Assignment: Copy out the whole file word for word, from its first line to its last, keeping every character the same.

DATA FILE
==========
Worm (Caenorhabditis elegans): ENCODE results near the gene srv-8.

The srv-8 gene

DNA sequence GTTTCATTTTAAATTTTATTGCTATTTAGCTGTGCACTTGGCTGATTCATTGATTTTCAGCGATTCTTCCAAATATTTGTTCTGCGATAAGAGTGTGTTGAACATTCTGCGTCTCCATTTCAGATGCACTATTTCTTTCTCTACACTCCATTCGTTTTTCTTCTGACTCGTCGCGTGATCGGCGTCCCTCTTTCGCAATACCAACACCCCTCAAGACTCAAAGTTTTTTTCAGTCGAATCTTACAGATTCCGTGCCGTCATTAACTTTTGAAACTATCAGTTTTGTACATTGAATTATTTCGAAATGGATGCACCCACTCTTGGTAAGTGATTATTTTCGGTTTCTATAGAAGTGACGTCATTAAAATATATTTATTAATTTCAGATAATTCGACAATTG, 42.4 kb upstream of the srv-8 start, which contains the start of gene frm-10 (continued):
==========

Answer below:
Worm (Caenorhabditis elegans): ENCODE results near the gene srv-8.

The srv-8 gene

DNA sequence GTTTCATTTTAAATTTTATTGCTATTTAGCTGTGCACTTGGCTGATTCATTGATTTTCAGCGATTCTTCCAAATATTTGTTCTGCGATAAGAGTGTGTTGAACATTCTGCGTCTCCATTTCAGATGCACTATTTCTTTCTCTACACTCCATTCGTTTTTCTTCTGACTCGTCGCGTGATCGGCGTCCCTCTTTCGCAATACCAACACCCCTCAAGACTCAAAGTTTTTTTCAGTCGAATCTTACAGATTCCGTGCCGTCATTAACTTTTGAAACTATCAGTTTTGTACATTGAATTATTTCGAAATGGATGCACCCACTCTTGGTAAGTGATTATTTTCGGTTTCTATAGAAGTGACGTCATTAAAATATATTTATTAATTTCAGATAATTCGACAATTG, 42.4 kb upstream of the srv-8 start, which contains the start of gene frm-10 (continued):